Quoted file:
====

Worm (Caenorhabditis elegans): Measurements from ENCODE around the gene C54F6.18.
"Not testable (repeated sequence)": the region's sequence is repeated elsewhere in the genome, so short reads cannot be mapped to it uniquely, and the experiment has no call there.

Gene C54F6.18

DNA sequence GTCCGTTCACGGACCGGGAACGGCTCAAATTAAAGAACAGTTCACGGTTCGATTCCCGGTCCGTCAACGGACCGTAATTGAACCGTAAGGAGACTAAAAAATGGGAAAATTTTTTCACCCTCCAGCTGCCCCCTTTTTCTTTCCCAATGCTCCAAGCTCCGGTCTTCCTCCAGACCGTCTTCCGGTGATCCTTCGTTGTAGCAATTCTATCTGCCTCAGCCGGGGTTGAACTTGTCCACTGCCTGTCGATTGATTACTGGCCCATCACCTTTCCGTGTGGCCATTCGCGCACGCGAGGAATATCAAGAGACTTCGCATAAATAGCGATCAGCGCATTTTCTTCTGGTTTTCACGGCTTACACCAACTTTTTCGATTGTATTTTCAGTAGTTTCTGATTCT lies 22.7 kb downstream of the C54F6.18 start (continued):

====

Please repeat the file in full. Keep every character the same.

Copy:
Worm (Caenorhabditis elegans): Measurements from ENCODE around the gene C54F6.18.
"Not testable (repeated sequence)": the region's sequence is repeated elsewhere in the genome, so short reads cannot be mapped to it uniquely, and the experiment has no call there.

Gene C54F6.18

DNA sequence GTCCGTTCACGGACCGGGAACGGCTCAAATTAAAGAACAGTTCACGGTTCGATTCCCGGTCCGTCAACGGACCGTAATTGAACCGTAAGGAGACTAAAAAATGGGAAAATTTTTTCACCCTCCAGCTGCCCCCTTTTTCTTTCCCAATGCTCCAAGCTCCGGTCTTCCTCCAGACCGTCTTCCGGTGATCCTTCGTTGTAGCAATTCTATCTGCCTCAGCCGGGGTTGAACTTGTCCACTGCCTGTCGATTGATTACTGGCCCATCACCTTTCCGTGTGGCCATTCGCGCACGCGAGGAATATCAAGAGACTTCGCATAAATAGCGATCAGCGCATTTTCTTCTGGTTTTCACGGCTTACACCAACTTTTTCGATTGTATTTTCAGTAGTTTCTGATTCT lies 22.7 kb downstream of the C54F6.18 start (continued):